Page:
Rand Mountains Management Area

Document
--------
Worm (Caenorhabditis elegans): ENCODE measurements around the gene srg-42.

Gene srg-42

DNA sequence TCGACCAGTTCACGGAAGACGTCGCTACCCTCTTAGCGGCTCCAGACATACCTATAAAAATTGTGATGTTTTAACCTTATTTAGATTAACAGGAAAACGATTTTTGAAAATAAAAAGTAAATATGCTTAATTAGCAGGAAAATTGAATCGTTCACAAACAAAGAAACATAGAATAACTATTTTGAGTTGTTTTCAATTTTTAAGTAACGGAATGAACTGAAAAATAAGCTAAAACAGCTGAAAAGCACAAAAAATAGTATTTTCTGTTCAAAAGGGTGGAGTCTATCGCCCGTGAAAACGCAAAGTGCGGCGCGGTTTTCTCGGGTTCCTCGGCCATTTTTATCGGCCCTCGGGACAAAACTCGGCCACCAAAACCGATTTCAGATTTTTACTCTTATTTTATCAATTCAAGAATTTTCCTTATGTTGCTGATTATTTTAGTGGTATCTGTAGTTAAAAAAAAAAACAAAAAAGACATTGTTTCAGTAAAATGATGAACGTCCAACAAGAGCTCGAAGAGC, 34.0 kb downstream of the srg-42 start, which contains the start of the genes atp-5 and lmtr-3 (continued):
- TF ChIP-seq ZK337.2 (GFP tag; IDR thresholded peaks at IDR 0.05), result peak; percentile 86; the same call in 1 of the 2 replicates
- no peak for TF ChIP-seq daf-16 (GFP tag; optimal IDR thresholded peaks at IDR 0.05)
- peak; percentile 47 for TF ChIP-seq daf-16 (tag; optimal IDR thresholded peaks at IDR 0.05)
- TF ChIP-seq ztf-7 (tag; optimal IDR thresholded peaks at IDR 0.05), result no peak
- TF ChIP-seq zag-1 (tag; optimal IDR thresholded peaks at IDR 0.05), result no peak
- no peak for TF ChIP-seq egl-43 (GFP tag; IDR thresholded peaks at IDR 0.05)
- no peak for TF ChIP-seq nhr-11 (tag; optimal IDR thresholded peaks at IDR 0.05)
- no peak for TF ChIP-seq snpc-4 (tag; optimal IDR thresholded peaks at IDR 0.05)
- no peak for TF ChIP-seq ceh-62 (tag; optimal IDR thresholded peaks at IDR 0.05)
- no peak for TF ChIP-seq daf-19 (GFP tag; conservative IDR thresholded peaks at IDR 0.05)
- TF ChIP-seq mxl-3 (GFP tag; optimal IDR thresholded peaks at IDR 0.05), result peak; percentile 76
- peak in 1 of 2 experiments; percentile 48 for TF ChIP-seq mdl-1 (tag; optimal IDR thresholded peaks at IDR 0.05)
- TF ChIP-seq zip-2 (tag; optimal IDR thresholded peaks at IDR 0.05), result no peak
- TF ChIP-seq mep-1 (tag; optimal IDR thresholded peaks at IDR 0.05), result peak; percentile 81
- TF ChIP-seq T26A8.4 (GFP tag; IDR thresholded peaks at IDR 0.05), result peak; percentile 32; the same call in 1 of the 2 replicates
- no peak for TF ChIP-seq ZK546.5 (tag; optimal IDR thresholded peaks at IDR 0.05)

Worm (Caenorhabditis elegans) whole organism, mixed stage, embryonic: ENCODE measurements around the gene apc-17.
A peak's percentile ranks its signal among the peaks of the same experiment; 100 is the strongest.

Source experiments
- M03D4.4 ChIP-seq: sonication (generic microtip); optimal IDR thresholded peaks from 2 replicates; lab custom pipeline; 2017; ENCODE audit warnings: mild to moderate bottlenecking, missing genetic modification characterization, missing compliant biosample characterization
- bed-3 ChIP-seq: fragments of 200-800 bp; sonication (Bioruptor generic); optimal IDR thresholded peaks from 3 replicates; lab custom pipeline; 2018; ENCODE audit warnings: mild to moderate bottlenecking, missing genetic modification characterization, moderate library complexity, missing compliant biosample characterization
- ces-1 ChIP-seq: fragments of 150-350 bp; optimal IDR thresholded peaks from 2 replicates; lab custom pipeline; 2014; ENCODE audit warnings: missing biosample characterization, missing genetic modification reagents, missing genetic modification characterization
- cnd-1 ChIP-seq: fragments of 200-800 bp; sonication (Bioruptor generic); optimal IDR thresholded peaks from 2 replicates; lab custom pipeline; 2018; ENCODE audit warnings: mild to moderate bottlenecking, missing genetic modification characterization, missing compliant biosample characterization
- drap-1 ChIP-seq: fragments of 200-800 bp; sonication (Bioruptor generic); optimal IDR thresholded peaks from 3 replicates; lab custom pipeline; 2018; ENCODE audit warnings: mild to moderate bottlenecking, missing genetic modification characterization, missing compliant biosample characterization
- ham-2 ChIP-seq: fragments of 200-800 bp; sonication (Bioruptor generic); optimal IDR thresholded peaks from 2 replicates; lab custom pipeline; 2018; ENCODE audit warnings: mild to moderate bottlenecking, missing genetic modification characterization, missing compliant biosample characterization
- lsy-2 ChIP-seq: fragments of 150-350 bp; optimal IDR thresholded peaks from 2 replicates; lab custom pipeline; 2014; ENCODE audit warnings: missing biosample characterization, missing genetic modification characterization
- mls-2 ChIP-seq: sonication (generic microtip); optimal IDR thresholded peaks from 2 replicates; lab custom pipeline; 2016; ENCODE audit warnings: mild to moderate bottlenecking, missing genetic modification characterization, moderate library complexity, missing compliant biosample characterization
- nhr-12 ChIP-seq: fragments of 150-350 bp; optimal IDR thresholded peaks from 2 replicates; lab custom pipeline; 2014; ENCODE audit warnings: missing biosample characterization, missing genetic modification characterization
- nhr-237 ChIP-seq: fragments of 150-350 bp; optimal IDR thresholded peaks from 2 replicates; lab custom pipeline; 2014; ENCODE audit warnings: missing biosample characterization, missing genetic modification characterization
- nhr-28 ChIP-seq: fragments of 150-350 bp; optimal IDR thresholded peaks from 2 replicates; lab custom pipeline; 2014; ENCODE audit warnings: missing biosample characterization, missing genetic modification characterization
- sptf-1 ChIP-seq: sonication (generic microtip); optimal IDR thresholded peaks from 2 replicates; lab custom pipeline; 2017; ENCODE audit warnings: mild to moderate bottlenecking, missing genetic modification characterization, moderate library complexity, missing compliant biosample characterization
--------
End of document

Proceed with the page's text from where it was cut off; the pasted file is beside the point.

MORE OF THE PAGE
The Rand Mountains Management Area (RMMA) is designated as a limited-use area that is comprised of approximately 65,000 acres of public land. The RMMA is located 35 miles south of Ridgecrest and immediately north of the California City boundary. The RMMA has been a popular OHV recreation area since the 1960’s and was a desired location for competitive race events through the 1970’s, with a peak of 25 events and 10,845 participants in 1975. The RMMA has seen a steady decline of OHV use and disturbance since 1980 when the California Desert Conservation Act (CDCA) was passed. There is currently 129 miles of designated routes for motorized vehicles within the RMMA. Each operator of a motorized vehicle is required to obtain a free permit before riding within the boundaries of the RMMA. The management area contains 110 square miles of crucial Desert tortoise habitat, which is part of the Kramer-Fremont Desert Wildlife Management Area. Resource inventories conducted in the 1980’s determined there was a decline in Desert tortoise population from 250 tortoises per square mile in 1981 to 179 per square mile in 1987. The BLM and other Federal agencies have implemented a number of management plans to improve habitat and protect the Desert tortoise. These include the CDCA, the Rand Mountain-Fremont Valley Plan, the Rand Mountains Education and Permit Program, and the Endangered Species Act. Other sensitive species that reside in the RMMA are the Mojave ground squirrel (Spermophilus mohavensis), burrowing owl (Athene cunicularia), desert kit fox (Vulpes velox), golden eagle (Aquila chrysaetos), and prairie falcon (Falco mexicanus). Dominant plant communities within the management area are creosote bush scrub, creosote bush-rocky slopes, Joshua tree woodland, and alkali sink scrub. The management area supports 154 species of annual and perennial plants including creosote bush, Joshua tree, winterfat, cheesebush, four-wing saltbush, and California buckwheat. The RMMA is used for various recreation and commercial activities including OHV riding, hunting, mining, and grazing. The nearby mining town of Randsburg has a couple of restaurants, antique shops, and a general store that caters to tourists and recreationists. ~ (courtesy of the BLM Ridgecrest Field Office)